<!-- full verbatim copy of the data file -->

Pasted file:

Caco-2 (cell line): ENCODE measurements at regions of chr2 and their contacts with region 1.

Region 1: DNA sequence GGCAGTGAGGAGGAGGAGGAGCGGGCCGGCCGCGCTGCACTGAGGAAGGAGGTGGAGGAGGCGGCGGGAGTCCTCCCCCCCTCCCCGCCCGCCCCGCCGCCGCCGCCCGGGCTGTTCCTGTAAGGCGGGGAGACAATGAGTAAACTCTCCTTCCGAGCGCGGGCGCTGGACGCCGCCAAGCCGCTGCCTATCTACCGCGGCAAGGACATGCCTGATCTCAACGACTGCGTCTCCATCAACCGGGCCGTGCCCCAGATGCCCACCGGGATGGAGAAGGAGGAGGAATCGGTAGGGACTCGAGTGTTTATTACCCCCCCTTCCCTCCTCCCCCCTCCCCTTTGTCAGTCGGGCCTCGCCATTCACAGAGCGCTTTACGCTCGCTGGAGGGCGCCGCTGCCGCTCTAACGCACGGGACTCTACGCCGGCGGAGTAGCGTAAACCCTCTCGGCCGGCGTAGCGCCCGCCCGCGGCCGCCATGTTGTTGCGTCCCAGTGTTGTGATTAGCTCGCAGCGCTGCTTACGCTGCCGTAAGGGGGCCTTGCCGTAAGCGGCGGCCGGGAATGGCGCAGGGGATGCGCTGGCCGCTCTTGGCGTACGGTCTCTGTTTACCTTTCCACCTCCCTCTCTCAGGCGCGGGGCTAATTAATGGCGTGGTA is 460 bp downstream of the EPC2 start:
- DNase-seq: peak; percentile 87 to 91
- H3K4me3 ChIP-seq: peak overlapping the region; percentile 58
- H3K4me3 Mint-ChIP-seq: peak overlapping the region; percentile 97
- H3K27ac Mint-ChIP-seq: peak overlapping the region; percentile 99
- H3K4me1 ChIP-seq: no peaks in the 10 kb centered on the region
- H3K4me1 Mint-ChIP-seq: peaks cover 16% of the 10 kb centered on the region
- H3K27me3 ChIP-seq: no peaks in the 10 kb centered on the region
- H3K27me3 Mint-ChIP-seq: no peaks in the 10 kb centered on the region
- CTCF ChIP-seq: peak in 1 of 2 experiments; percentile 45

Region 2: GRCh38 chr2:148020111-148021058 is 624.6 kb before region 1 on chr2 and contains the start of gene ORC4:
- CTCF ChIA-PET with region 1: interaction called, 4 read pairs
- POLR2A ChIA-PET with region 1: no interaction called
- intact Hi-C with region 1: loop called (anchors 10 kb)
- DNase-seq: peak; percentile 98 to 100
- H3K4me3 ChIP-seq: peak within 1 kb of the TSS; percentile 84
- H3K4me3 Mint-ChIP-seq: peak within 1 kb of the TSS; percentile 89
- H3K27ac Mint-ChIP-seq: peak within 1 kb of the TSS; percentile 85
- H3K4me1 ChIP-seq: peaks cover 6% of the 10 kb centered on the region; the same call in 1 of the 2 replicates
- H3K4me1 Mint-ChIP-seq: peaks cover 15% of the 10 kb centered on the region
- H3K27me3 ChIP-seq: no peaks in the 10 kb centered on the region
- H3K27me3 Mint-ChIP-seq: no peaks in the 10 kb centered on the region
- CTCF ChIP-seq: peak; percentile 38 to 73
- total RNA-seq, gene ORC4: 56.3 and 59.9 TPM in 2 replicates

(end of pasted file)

Caco-2 (cell line): ENCODE measurements at regions of chr2 and their contacts with region 1.

Region 1: DNA sequence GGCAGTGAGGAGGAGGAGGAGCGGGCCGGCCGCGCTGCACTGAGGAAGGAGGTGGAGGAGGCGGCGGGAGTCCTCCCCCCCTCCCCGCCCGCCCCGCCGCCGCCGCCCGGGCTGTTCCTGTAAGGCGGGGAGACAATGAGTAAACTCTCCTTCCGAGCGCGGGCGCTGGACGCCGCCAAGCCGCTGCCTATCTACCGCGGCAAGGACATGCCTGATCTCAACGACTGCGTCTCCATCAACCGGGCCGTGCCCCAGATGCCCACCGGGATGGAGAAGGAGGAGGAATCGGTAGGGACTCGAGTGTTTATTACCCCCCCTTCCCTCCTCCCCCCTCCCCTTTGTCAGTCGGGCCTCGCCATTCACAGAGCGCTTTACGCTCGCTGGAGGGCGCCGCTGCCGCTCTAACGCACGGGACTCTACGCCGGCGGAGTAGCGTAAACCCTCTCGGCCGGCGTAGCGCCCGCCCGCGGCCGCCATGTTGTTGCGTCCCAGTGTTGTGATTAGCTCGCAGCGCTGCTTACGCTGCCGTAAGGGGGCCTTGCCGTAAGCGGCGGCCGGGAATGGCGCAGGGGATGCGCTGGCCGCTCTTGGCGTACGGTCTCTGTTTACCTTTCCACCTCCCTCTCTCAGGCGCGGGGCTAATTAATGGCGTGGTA is 460 bp downstream of the EPC2 start:
- DNase-seq: peak; percentile 87 to 91
- H3K4me3 ChIP-seq: peak overlapping the region; percentile 58
- H3K4me3 Mint-ChIP-seq: peak overlapping the region; percentile 97
- H3K27ac Mint-ChIP-seq: peak overlapping the region; percentile 99
- H3K4me1 ChIP-seq: no peaks in the 10 kb centered on the region
- H3K4me1 Mint-ChIP-seq: peaks cover 16% of the 10 kb centered on the region
- H3K27me3 ChIP-seq: no peaks in the 10 kb centered on the region
- H3K27me3 Mint-ChIP-seq: no peaks in the 10 kb centered on the region
- CTCF ChIP-seq: peak in 1 of 2 experiments; percentile 45

Region 2: GRCh38 chr2:148020111-148021058 is 624.6 kb before region 1 on chr2 and contains the start of gene ORC4:
- CTCF ChIA-PET with region 1: interaction called, 4 read pairs
- POLR2A ChIA-PET with region 1: no interaction called
- intact Hi-C with region 1: loop called (anchors 10 kb)
- DNase-seq: peak; percentile 98 to 100
- H3K4me3 ChIP-seq: peak within 1 kb of the TSS; percentile 84
- H3K4me3 Mint-ChIP-seq: peak within 1 kb of the TSS; percentile 89
- H3K27ac Mint-ChIP-seq: peak within 1 kb of the TSS; percentile 85
- H3K4me1 ChIP-seq: peaks cover 6% of the 10 kb centered on the region; the same call in 1 of the 2 replicates
- H3K4me1 Mint-ChIP-seq: peaks cover 15% of the 10 kb centered on the region
- H3K27me3 ChIP-seq: no peaks in the 10 kb centered on the region
- H3K27me3 Mint-ChIP-seq: no peaks in the 10 kb centered on the region
- CTCF ChIP-seq: peak; percentile 38 to 73
- total RNA-seq, gene ORC4: 56.3 and 59.9 TPM in 2 replicates